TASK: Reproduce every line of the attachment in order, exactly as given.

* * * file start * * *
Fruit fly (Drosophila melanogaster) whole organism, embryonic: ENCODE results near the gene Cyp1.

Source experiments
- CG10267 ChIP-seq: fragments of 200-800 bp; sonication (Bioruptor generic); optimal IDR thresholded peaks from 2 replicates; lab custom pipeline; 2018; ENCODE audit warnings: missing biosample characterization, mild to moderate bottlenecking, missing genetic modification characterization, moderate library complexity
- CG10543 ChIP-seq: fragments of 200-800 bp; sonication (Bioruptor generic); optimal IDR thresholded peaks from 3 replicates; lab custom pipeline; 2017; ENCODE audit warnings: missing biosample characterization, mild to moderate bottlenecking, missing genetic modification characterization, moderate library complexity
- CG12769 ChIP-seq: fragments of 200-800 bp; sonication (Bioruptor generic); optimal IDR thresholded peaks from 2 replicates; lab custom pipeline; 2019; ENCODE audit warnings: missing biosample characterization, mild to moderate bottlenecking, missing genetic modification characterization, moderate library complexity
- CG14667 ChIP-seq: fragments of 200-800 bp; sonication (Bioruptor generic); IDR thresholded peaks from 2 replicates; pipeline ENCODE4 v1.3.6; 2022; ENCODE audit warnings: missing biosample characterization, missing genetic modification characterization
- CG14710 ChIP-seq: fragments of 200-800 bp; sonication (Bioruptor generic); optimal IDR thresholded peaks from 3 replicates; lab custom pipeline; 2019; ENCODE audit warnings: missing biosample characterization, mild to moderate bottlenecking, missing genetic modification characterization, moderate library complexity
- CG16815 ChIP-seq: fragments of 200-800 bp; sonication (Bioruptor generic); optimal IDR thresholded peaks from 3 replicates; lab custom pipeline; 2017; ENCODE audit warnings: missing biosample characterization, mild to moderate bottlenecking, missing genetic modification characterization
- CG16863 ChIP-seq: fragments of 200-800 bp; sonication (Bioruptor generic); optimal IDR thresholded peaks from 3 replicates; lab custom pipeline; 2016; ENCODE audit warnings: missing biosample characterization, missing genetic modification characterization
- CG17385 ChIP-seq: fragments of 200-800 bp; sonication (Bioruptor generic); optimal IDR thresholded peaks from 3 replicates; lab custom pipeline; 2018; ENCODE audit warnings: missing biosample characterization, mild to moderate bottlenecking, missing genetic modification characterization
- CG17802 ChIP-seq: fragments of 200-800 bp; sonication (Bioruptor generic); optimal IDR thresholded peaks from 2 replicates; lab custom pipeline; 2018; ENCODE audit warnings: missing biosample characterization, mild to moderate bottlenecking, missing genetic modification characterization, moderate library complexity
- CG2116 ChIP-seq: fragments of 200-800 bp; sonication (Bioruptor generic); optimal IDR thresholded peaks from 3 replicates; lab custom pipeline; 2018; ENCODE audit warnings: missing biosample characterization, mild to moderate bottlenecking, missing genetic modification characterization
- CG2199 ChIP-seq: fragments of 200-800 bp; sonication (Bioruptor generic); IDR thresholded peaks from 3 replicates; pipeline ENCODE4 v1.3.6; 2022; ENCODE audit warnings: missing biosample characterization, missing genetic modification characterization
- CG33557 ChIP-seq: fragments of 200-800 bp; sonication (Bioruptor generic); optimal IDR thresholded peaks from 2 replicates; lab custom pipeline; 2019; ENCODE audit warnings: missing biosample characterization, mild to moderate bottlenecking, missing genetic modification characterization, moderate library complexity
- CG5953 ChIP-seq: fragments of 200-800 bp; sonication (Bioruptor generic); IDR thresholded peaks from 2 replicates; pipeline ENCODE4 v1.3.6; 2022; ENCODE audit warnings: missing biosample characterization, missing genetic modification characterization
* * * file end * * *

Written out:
Fruit fly (Drosophila melanogaster) whole organism, embryonic: ENCODE results near the gene Cyp1.

Source experiments
- CG10267 ChIP-seq: fragments of 200-800 bp; sonication (Bioruptor generic); optimal IDR thresholded peaks from 2 replicates; lab custom pipeline; 2018; ENCODE audit warnings: missing biosample characterization, mild to moderate bottlenecking, missing genetic modification characterization, moderate library complexity
- CG10543 ChIP-seq: fragments of 200-800 bp; sonication (Bioruptor generic); optimal IDR thresholded peaks from 3 replicates; lab custom pipeline; 2017; ENCODE audit warnings: missing biosample characterization, mild to moderate bottlenecking, missing genetic modification characterization, moderate library complexity
- CG12769 ChIP-seq: fragments of 200-800 bp; sonication (Bioruptor generic); optimal IDR thresholded peaks from 2 replicates; lab custom pipeline; 2019; ENCODE audit warnings: missing biosample characterization, mild to moderate bottlenecking, missing genetic modification characterization, moderate library complexity
- CG14667 ChIP-seq: fragments of 200-800 bp; sonication (Bioruptor generic); IDR thresholded peaks from 2 replicates; pipeline ENCODE4 v1.3.6; 2022; ENCODE audit warnings: missing biosample characterization, missing genetic modification characterization
- CG14710 ChIP-seq: fragments of 200-800 bp; sonication (Bioruptor generic); optimal IDR thresholded peaks from 3 replicates; lab custom pipeline; 2019; ENCODE audit warnings: missing biosample characterization, mild to moderate bottlenecking, missing genetic modification characterization, moderate library complexity
- CG16815 ChIP-seq: fragments of 200-800 bp; sonication (Bioruptor generic); optimal IDR thresholded peaks from 3 replicates; lab custom pipeline; 2017; ENCODE audit warnings: missing biosample characterization, mild to moderate bottlenecking, missing genetic modification characterization
- CG16863 ChIP-seq: fragments of 200-800 bp; sonication (Bioruptor generic); optimal IDR thresholded peaks from 3 replicates; lab custom pipeline; 2016; ENCODE audit warnings: missing biosample characterization, missing genetic modification characterization
- CG17385 ChIP-seq: fragments of 200-800 bp; sonication (Bioruptor generic); optimal IDR thresholded peaks from 3 replicates; lab custom pipeline; 2018; ENCODE audit warnings: missing biosample characterization, mild to moderate bottlenecking, missing genetic modification characterization
- CG17802 ChIP-seq: fragments of 200-800 bp; sonication (Bioruptor generic); optimal IDR thresholded peaks from 2 replicates; lab custom pipeline; 2018; ENCODE audit warnings: missing biosample characterization, mild to moderate bottlenecking, missing genetic modification characterization, moderate library complexity
- CG2116 ChIP-seq: fragments of 200-800 bp; sonication (Bioruptor generic); optimal IDR thresholded peaks from 3 replicates; lab custom pipeline; 2018; ENCODE audit warnings: missing biosample characterization, mild to moderate bottlenecking, missing genetic modification characterization
- CG2199 ChIP-seq: fragments of 200-800 bp; sonication (Bioruptor generic); IDR thresholded peaks from 3 replicates; pipeline ENCODE4 v1.3.6; 2022; ENCODE audit warnings: missing biosample characterization, missing genetic modification characterization
- CG33557 ChIP-seq: fragments of 200-800 bp; sonication (Bioruptor generic); optimal IDR thresholded peaks from 2 replicates; lab custom pipeline; 2019; ENCODE audit warnings: missing biosample characterization, mild to moderate bottlenecking, missing genetic modification characterization, moderate library complexity
- CG5953 ChIP-seq: fragments of 200-800 bp; sonication (Bioruptor generic); IDR thresholded peaks from 2 replicates; pipeline ENCODE4 v1.3.6; 2022; ENCODE audit warnings: missing biosample characterization, missing genetic modification characterization